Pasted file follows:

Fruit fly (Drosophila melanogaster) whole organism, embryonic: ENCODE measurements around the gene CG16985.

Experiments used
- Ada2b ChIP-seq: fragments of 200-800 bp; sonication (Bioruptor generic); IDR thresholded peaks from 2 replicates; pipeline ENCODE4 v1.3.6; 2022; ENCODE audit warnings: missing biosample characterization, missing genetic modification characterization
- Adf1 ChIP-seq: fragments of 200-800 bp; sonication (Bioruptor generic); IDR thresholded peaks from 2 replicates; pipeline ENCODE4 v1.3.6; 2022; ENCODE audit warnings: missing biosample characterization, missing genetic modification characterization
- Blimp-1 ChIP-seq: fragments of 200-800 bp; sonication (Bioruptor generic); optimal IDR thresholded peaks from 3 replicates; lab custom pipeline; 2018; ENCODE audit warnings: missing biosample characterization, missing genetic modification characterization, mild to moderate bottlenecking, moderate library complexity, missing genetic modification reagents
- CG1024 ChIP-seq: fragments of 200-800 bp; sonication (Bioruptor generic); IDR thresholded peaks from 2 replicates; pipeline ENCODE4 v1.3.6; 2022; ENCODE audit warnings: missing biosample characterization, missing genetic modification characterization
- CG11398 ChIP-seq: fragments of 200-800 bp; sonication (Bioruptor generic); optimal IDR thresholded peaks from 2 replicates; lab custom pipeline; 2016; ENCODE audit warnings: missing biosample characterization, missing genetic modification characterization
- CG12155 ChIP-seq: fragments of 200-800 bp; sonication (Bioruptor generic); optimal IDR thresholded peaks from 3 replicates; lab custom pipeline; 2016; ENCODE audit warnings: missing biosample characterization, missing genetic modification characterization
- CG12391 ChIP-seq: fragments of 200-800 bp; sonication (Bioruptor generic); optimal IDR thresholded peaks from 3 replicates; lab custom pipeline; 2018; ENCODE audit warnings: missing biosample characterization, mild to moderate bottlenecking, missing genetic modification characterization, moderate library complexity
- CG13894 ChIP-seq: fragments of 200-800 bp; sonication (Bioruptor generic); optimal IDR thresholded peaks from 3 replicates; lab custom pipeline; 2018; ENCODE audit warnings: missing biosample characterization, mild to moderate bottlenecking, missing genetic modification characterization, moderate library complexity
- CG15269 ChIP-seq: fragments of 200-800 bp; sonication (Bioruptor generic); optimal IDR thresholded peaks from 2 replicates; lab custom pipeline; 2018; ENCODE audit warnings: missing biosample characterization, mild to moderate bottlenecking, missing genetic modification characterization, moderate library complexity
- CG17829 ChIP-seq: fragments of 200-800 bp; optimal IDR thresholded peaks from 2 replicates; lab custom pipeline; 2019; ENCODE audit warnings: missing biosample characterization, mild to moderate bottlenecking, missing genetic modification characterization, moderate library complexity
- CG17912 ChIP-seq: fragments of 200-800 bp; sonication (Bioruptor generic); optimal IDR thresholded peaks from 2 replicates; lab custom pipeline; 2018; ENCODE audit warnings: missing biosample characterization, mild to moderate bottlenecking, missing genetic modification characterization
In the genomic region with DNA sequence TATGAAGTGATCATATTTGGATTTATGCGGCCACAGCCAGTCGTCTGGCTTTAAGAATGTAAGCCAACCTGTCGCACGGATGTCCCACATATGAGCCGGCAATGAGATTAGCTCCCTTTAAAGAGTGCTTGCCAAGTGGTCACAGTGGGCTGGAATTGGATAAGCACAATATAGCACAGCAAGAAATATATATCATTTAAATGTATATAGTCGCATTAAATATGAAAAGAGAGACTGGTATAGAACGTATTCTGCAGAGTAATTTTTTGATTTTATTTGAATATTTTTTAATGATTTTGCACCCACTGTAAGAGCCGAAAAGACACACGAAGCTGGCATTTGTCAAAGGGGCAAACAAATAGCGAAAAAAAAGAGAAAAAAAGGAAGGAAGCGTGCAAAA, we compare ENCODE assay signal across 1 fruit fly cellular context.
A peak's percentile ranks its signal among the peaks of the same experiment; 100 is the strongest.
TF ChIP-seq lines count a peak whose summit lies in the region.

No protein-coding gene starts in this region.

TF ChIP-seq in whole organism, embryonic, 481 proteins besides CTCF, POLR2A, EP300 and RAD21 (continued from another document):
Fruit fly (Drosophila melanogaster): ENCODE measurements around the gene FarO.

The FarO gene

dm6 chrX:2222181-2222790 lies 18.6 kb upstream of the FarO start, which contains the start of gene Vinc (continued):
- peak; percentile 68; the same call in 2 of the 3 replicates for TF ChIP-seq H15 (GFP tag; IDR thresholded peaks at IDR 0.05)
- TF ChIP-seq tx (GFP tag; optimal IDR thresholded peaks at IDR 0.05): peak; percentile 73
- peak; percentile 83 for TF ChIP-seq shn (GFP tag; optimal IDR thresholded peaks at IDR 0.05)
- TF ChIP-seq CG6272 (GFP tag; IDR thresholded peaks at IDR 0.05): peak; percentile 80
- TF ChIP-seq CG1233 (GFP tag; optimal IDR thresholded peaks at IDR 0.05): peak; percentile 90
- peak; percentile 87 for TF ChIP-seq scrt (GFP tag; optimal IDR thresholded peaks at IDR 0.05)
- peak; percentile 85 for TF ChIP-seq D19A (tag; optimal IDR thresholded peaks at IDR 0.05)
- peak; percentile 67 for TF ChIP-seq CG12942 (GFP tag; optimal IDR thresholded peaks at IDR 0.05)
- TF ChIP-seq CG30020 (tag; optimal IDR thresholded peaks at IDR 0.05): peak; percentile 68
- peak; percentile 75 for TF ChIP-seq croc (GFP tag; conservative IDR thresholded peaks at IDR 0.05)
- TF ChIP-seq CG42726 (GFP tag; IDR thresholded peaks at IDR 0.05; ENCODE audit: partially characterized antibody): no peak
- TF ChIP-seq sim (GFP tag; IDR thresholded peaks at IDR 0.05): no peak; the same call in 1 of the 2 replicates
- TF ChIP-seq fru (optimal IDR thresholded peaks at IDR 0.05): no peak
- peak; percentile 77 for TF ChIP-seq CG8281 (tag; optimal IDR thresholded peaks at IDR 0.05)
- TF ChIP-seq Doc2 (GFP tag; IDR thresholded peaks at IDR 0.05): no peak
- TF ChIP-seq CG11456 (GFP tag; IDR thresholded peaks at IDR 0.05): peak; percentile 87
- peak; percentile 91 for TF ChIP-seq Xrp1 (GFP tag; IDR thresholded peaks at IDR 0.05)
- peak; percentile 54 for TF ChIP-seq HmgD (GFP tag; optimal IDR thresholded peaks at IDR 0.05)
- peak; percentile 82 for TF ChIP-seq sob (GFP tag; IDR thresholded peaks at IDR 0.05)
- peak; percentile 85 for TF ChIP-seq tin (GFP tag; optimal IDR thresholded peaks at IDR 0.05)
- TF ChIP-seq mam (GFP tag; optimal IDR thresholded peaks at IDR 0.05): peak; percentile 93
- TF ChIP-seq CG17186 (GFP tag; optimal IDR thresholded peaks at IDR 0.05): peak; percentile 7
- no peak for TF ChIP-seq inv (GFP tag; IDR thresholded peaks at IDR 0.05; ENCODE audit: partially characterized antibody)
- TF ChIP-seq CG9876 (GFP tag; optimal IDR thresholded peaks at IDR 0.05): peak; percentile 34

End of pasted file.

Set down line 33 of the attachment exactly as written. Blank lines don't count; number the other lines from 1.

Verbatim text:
- TF ChIP-seq sim (GFP tag; IDR thresholded peaks at IDR 0.05): no peak; the same call in 1 of the 2 replicates